Until mid-March 1939, Germany considered a Hungarian-Polish frontier undesirable for military reasons. That month, Hungary took over Carpatho-Rus (which called itself Carpatho-Ukraine). Hitler intended to use Slovakia as a staging ground for his planned invasion of Poland. In March 1939, however, Hitler changed his mind about the common Hungarian-Polish frontier and decided to betray Germany's ally (the Organization of Ukrainian Nationalists, who had begun organizing Ukrainian military units in 1938 in a sich outside Uzhhorod in Carpathian Ukraine); Polish political and military authorities saw this as an imminent danger to nearby southeastern Poland, with its largely-Ukrainian population.[6] On 17 September 1939, pursuant to the Molotov–Ribbentrop Pact and the Gestapo–NKVD conferences, the Soviet Union seized eastern and southeastern Poland and made it part of western Ukraine. Hitler was concerned that if a Ukrainian army organized in Carpathian Rus accompanied German forces invading the Soviet Union, Ukrainian nationalists would insist on an independent Ukraine.[7]

During the Hungarian Revolution of 1956, Poles demonstrated their support for the Hungarians by donating blood; by 12 November, 11,196 Poles had donated. The Polish Red Cross sent 44 tons of medical supplies to Hungary by air, and larger amounts were sent by road and rail.

Friendship Day

Inscribed steps
Polish-Hungarian-friendship monument in Eger, Hungary, with "Pole and Hungarian" saying inscribed on its steps

On 12 March 2007, Hungary's parliament declared 23 March as Hungarian-Polish Friendship Day. Four days later, the Polish parliament declared 23 March Polish-Hungarian Friendship Day by acclamation.[8]

Friendship Day is celebrated regularly in both countries with concerts, festivals, and exhibitions. Some Polish music groups, such as SBB, feature Hungarian musicians (for example, Tamás Somló and Gábor Németh); Hungarian bands such as Locomotiv GT and Omega feature Polish musicians, including Józef Skrzek.

See also

Notes

  1. ^ Michał Czajkowski, Dziwne życie Polaków i Polek (The Strange Life of Polish Men and Women), Leipzig: F. A. Brockhaus, 1865, pp. 155, 193.
  2. ^ Julian Krzyżanowski, Odrodzenie i reformacja w Polsce (The Renaissance and Reformation in Poland), vol. 36–38, p. 161.
  3. ^ Henryk Markiewicz, Andrzej Romanowski, Skrzydlate słowa (Winged Words), 1990, p. 830.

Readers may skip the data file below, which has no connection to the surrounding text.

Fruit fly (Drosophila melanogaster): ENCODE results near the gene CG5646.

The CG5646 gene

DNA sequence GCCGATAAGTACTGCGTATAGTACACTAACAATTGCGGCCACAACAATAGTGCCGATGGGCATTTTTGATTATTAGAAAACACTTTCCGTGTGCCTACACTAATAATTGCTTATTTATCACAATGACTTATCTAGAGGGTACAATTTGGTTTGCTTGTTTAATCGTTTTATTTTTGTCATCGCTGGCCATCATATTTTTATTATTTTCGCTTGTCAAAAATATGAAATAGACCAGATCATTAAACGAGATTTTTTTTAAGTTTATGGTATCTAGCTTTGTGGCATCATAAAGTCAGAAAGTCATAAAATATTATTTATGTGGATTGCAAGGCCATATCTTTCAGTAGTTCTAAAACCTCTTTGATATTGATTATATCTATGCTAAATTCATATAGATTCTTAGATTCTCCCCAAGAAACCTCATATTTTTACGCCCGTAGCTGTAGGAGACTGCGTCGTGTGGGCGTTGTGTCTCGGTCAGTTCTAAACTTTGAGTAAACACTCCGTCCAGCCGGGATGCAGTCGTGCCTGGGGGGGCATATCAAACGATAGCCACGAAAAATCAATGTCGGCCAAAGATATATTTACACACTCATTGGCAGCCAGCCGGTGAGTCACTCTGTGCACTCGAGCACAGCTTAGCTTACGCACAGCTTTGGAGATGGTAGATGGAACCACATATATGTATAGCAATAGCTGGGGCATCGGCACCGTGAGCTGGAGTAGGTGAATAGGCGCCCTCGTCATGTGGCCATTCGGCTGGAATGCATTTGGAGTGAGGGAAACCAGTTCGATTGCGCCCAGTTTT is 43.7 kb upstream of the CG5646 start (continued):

4. ^ Janusz Tazbir states: "The Commonwealth was partitioned into three parts, subjected to three annexing powers. It was then that the popular proverb came into being, which appears in a number of variants: Polak, Węgier — dwa bratanki..." Janusz Tazbir, Sarmaci i świat (The Sarmatians and the World), vol. 3, 2001, p. 453.
  5. ^ Józef Kasparek, "Poland's 1938 Covert Operations in Ruthenia", East European Quarterly", vol. XXIII, no. 3 (September 1989), pp. 366–67, 370. Józef Kasparek, Przepust karpacki: tajna akcja polskiego wywiadu (The Carpathian Bridge: a Covert Polish Intelligence Operation), p. 11.
  6. ^ Józef Kasparek, "Poland's 1938 Covert Operations in Ruthenia", p. 366.
  7. ^ Józef Kasparek, "Poland's 1938 Covert Operations in Ruthenia", pp. 370–71.
  8. ^ Uchwała Sejmu Rzeczypospolitej Polskiej z dnia 16 marca 2007 r. (in Polish)

References

  • Józef Kasparek, "Poland's 1938 Covert Operations in Ruthenia", East European Quarterly, vol. XXIII, no. 3 (September 1989), pp. 365–73.
  • Józef Kasparek, Przepust karpacki: tajna akcja polskiego wywiadu (The Carpathian Bridge: a Covert Polish Intelligence Operation), Warszawa, Wydawnictwo Czasopism i Książek Technicznych SIGMA NOT, 1992, ISBN 83-85001-96-4.
  • Edmund Charaszkiewicz, "Referat o działaniach dywersyjnych na Rusi Karpackiej" ("Report on Covert Operations in Carpathian Rus"), in Zbiór dokumentów ppłk. Edmunda Charaszkiewicza (Collection of Documents by Lt. Col. Edmund Charaszkiewicz), opracowanie, wstęp i przypisy (edited, with introduction and notes by) Andrzej Grzywacz, Marcin Kwiecień, Grzegorz Mazur, Kraków, Księgarnia Akademicka, 2000, ISBN 83-7188-449-4, pp. 106–30.

External links

  • Polish-Hungarian dictionary (in Polish)